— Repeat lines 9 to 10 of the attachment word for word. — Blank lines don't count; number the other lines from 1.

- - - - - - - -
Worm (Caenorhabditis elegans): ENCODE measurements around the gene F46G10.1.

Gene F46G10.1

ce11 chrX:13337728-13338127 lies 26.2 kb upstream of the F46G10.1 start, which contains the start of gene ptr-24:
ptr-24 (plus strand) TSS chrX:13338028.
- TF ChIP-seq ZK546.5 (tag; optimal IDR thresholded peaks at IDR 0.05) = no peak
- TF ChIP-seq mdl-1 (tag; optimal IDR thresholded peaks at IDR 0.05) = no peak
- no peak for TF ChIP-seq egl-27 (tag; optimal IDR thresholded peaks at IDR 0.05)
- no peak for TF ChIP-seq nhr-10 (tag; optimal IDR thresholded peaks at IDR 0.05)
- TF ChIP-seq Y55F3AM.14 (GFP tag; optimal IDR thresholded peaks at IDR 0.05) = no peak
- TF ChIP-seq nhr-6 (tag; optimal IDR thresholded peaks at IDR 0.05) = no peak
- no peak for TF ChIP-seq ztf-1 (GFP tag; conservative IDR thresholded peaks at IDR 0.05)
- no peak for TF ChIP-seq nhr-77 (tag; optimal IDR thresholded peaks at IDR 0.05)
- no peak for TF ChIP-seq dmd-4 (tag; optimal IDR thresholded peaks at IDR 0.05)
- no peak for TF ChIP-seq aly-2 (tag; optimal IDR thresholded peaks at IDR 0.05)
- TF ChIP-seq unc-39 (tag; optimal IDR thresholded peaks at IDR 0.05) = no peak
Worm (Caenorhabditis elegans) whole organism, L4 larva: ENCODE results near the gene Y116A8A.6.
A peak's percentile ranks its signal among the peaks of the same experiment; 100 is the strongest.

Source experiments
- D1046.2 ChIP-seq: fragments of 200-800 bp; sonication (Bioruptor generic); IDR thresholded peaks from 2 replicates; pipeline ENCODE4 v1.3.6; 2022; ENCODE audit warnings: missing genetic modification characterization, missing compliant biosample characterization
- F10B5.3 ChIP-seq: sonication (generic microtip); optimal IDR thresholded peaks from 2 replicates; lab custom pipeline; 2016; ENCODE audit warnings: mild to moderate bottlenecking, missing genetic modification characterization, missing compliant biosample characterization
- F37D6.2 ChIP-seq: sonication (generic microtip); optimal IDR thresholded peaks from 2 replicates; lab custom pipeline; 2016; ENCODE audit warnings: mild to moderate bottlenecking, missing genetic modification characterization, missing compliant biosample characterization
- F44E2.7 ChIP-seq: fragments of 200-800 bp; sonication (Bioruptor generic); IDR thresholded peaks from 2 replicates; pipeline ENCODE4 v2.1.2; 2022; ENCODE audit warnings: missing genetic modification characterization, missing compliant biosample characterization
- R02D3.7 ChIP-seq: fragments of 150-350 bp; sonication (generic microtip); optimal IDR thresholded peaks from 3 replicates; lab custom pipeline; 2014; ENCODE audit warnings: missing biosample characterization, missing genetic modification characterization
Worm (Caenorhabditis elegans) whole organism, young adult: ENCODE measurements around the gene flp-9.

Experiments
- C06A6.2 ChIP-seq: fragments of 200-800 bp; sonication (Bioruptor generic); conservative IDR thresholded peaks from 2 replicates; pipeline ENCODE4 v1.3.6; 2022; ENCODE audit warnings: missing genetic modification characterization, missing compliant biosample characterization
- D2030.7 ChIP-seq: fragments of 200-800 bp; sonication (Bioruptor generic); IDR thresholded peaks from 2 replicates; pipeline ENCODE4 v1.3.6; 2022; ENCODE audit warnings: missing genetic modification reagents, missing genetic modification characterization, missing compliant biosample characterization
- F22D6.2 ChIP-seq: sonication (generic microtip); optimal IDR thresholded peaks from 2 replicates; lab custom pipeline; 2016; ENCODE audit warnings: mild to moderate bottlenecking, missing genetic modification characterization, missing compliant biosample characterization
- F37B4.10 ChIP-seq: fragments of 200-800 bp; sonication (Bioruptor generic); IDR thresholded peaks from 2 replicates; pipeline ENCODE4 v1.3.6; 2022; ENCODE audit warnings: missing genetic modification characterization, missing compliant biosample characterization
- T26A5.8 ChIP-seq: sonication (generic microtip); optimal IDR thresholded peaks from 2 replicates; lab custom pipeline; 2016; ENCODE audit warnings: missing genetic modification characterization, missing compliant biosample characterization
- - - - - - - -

- TF ChIP-seq Y55F3AM.14 (GFP tag; optimal IDR thresholded peaks at IDR 0.05) = no peak
- TF ChIP-seq nhr-6 (tag; optimal IDR thresholded peaks at IDR 0.05) = no peak